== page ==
Zimbabwe's ex-opposition mulls break with government
HARARE, Zimbabwe — Zimbabwe’s former opposition party said Monday it would boycott the next Cabinet meeting and was considering disengaging from a troubled, four-month-old unity government with President Robert Mugabe.
The Movement for Democratic Change (MDC) has complained about continued harassment and arrests of Mugabe’s opponents and his unilateral appointments of top officials.
Mugabe and Prime Minister Morgan Tsvangirai, bitter rivals, formed their coalition in February, pressed by neighbors to end a decade of violent confrontation and work together to resolve the southern African nation’s severe economic crisis.
MDC Vice President Thokozani Khupe said the latest irritant came Monday, when Mugabe rescheduled the weekly Cabinet meeting from Tuesday to Monday because he was going to be out of town for an African Union summit in Libya. At a news conference, Khupe depicted that as a snub to Tsvangirai, her party’s leader, saying he should have chaired the meeting in Mugabe’s absence.
Mugabe’s party “has not welcomed MDC as an equal partner,” said Khupe, a deputy prime minister in the unity government.
Khupe said her party would boycott the rescheduled Cabinet meeting, but remained “committed to the [coalition] agreement in the interest of our people” despite “clear evidence of the absence of a reliable and honest partner.”
She did not say when MDC ministers would resume attending Cabinet meetings.
“It is our constitutional right to consider disengagement,” she said. “It is time toxicity and insanity are removed [from the coalition].”
The MDC has asked the Southern African Development Community (SADC), which pushed for the coalition government to be formed, to intervene. It is asking for help in resolving issues such as Mugabe’s appointment of loyalists as the central bank governor and the attorney general, the arrests of and attacks on independent rights activists and MDC lawmakers, and the seizures of white-owned farms.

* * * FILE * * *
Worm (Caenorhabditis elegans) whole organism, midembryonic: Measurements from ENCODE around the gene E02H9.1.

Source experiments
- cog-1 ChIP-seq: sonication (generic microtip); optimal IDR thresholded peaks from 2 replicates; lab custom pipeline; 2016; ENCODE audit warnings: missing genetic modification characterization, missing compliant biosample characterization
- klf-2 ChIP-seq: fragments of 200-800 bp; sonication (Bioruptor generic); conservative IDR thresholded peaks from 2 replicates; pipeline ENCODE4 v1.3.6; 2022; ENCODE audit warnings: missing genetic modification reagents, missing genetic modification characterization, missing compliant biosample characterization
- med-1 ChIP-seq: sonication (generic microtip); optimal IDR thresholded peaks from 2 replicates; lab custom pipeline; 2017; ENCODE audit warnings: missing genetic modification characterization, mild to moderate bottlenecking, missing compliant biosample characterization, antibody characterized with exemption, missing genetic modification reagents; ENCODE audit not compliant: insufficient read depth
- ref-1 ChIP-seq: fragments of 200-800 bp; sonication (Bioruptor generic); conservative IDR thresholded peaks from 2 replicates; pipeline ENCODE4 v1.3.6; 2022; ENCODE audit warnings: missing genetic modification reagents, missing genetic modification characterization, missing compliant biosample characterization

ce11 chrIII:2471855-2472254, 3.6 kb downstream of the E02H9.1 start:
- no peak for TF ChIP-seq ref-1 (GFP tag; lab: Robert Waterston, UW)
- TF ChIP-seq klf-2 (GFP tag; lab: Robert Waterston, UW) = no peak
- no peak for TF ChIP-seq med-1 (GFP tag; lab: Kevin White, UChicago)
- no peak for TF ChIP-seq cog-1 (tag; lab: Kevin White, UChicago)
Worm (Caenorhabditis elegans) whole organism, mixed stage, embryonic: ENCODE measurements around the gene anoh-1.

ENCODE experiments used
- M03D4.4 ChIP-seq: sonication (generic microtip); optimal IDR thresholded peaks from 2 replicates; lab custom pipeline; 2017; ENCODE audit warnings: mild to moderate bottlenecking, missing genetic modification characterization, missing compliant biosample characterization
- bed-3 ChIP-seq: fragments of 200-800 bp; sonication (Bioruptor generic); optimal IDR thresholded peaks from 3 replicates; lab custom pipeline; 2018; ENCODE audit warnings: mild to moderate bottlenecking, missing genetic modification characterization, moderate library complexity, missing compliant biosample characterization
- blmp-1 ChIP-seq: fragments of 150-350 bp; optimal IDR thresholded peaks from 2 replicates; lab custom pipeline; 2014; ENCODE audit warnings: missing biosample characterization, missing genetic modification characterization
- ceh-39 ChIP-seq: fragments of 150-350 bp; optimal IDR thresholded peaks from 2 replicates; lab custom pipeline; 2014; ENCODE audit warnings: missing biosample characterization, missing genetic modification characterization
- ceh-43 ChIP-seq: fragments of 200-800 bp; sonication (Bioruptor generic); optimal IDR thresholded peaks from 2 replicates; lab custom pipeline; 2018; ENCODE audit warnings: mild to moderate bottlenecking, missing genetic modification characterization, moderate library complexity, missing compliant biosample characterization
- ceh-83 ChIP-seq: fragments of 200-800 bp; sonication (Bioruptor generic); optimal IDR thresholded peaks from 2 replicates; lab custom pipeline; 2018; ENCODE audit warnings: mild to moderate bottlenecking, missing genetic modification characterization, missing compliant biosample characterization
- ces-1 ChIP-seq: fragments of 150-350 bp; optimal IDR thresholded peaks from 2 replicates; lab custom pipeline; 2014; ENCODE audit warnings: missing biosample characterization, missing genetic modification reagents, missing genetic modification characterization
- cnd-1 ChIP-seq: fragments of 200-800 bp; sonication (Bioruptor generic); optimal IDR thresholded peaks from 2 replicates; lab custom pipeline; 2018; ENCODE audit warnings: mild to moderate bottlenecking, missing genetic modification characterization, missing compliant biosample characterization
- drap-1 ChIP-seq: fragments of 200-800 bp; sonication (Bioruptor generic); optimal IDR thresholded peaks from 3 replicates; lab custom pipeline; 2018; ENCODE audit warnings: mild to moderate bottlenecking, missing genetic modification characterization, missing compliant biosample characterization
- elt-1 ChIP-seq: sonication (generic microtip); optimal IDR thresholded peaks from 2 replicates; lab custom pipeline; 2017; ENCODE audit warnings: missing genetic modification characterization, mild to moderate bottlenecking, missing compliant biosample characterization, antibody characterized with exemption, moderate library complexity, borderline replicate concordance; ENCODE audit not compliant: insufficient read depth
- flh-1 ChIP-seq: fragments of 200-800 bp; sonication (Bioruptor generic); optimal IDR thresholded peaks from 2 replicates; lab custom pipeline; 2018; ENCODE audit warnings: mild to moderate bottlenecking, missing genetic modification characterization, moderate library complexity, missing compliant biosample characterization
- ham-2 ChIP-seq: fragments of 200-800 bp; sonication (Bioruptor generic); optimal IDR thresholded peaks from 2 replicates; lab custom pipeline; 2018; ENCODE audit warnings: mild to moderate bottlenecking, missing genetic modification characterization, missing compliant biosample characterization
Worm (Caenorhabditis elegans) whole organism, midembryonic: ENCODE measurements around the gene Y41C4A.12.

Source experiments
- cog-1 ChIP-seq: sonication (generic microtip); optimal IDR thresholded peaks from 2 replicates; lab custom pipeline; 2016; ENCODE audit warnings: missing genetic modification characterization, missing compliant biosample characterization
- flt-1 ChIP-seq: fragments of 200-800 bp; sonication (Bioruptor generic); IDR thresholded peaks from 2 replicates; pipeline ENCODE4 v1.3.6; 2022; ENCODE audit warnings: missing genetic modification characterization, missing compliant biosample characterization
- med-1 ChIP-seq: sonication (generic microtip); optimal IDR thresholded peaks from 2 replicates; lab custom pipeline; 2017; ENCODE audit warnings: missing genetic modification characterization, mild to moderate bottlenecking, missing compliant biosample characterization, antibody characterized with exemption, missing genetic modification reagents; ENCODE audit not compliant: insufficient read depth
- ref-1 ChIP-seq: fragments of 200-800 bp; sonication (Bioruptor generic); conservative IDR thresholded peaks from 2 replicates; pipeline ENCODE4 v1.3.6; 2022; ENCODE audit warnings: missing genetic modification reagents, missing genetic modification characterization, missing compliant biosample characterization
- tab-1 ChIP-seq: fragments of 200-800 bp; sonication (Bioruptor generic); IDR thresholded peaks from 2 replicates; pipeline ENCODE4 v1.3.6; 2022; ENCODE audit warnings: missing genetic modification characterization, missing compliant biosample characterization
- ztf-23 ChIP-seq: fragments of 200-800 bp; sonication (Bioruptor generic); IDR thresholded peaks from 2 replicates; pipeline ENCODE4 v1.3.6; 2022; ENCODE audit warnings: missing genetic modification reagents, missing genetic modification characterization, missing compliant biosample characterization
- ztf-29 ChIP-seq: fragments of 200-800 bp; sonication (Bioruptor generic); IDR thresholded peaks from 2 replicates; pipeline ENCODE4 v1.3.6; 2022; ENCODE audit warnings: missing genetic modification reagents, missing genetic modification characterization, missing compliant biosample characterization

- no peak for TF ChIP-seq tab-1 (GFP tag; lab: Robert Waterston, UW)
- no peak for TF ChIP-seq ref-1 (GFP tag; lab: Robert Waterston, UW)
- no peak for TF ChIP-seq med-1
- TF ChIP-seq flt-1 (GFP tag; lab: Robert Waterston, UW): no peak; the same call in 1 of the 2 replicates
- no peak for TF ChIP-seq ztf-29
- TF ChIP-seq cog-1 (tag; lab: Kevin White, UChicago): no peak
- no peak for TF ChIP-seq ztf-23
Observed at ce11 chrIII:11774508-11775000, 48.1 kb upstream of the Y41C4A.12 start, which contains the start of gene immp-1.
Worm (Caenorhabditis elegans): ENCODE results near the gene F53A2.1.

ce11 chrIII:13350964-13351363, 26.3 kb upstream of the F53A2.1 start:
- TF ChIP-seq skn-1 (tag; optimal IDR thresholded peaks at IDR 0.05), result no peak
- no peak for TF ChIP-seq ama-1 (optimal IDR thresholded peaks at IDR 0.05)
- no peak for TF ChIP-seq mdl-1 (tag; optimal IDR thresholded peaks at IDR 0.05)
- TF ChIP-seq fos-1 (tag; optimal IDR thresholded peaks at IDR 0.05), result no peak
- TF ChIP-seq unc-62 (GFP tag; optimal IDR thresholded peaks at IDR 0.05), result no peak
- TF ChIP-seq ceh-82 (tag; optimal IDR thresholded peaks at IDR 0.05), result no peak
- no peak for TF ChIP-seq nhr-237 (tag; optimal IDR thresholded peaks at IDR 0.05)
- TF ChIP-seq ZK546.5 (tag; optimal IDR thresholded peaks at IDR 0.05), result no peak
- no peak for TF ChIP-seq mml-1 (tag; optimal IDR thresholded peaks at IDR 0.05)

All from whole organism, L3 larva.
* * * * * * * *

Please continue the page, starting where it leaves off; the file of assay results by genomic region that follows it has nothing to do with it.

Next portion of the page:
Khupe said Mugabe loyalists had also frustrated democratic and media reforms.
The SADC, though, has said it did not see a reason to step in now.
Tsvangirai made no public comment Monday upon returning from a tour of the West that has focused new attention on tensions in the unity government.
Mugabe is barred by travel restrictions from visiting the countries on Tsvangirai’s itinerary, and the leaders with whom the premier had cordial talks — among them President Barack Obama — accuse Mugabe of trampling on democracy and ruining a once-vibrant economy.
Zimbabwe’s state-run Herald newspaper has reported that some officials aligned to Mugabe were worried about Obama’s reference to building a new partnership not with the coalition government, but with Tsvangirai, a former opposition leader who has been beaten and jailed by Mugabe’s regime.
Tsvangirai says his three-week trip was aimed at re-engaging with the West, while officials linked to Mugabe have tried to portray it as an attempt to persuade the international community to lift sanctions.
In an interview last Friday with The Associated Press, Zimbabwe Vice President Joice Mujuru, a Mugabe loyalist, expressed frustration that Tsvangirai’s European and U.S. trip didn’t raise as much financial aid as her government had hoped.
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